IDPH has cited and fined Generations at Rock Island nursing home for a series of potentially catastrophic events which followed a reduction in the number of respiratory therapists on staff.
One of the unique features of the nursing home industry is that it is the only sector of the health-care industry that is explicitly for-profit. To be sure, many doctors would like to make a nice profit after paying themselves a good salary and taking care of the expenses of running a business and many hospitals are making bushels of money. However, these are people and institutions who view themselves as being health care providers first and foremost. This is often not the case with people who own and operate nursing homes – they view themselves as businessmen. And this often has a dramatic negative impact on the quality of care that nursing home residents receive.
Computing a profit is at its base a pretty simple exercise – you take your revenue, subtract your expenses, and that is your profit. Obviously, it is more complicated in practice, but that is the basic equation. Nursing homes get paid on a per-resident, per-day basis, with the rates varying depending on the payor and the level of care required. At a very simple level, the nursing home maximizes its revenues by filling as many beds as possible with as many truly sick people as possible. On the expense side, the largest single item of expense is staff which is why you so often see understaffing of nursing homes and the use of less qualified staff such as LPN’s rather than RN’s. This helps minimize the staffing costs and boosts the bottom line.
What the IDPH cited this nursing home for is an especially ugly example of what happens when the nursing home business model collides with patient care.
At this nursing home, there are residents who are on ventilators and who have tracheostomies. These are residents who have complex medical conditions and require specialized care and are the the kinds of residents for whom the nursing home receives a higher level of reimbursement. These residents were being treated by a staff of nine respiratory therapists who were in the facility on a 24/7 basis. One June 14, the nursing home cut the respiratory staff from nine to two – one Registered Respiratory Therapist and one Certified Respiratory Therapist. Respiratory care was reduced to 8 hours per day, Monday through Friday. For issues that arose over the weekend or outside of hours when the respiratory staff was in the building, the nursing staff would have to provide care for the residents.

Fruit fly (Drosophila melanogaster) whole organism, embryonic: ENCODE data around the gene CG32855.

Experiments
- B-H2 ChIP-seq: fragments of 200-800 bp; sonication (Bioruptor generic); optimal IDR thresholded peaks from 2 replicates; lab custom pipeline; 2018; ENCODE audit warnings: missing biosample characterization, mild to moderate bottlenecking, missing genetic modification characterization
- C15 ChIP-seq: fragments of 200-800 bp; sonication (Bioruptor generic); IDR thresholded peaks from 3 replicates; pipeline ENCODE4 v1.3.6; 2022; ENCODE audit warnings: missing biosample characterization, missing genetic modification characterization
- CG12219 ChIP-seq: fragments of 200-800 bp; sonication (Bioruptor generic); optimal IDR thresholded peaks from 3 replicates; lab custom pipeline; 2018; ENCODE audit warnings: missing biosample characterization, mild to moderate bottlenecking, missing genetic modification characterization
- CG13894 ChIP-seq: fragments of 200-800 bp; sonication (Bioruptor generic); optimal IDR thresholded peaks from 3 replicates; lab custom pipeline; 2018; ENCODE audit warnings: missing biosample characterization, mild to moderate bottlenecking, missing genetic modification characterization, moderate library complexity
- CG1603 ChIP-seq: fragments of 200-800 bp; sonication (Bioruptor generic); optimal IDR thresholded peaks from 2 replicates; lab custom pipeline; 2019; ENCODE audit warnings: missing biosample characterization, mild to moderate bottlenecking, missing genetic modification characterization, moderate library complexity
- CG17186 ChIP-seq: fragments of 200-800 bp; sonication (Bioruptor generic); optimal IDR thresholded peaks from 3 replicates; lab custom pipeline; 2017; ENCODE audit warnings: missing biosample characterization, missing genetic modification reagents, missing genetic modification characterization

The obvious problem with this is that the nursing staff was not up to the task. When interviewed by the state surveyor, the nurses, many of them LPN’s, freely admitted that they were not comfortable caring for residents with ventilators or tracheostomies and did not know what to do with the equipment. Many of them told the state surveyor that if there was a complication with a patient on a ventilator or tracheostomy, they would need to call 911. To remedy this lack of training, the nursing home had an in-service training called “Understanding Vent Troubleshooting” which was conducted by the one of the remaining respiratory therapists, and she told the surveyor that it was not an adequate substitute for the years of training and experience that trained respiratory therapists have. Of note only six nurses actually attended the in-service – and 5 were from the first shift which is when the respiratory staff is generally in the building and only one from the second and third shifts when there might not be a respiratory therapist in the building at all.
So – what impact did this have on patient care?
One ventilator dependent patient experienced a mucous plug during the night. For a patient on a ventilator, a mucous plug can be a fatal complication. She sounded the call light, but the nurse didn’t come for 40 minutes, so she lowered her bed, reached for the suctioning machine, and cleared the mucous plug herself. Another resident with a tracheostomy experienced heavy bleeding at the tracheostomy site. The likely cause of the bleeding was that the oxygen he received dried out the tissue because the mositurizing bottle was empty. This is another complication that has the potential to cause serious complications. And these are events that took place during the first two weeks after the reduction in the respiratory staff.
This may be one of times where it is clearest that the nursing home business model negatively impacts resident care. One of our core beliefs is that nursing homes are built to fail due to the business model they follow and that unnecessary accidental injuries and wrongful deaths of nursing home residents are the inevitable result. Order our FREE report, Built to Fail, to learn more about why. Our experienced Chicago nursing home lawyers are ready to help you understand what happened, why, and what your rights are. Contact us to get the help you need.
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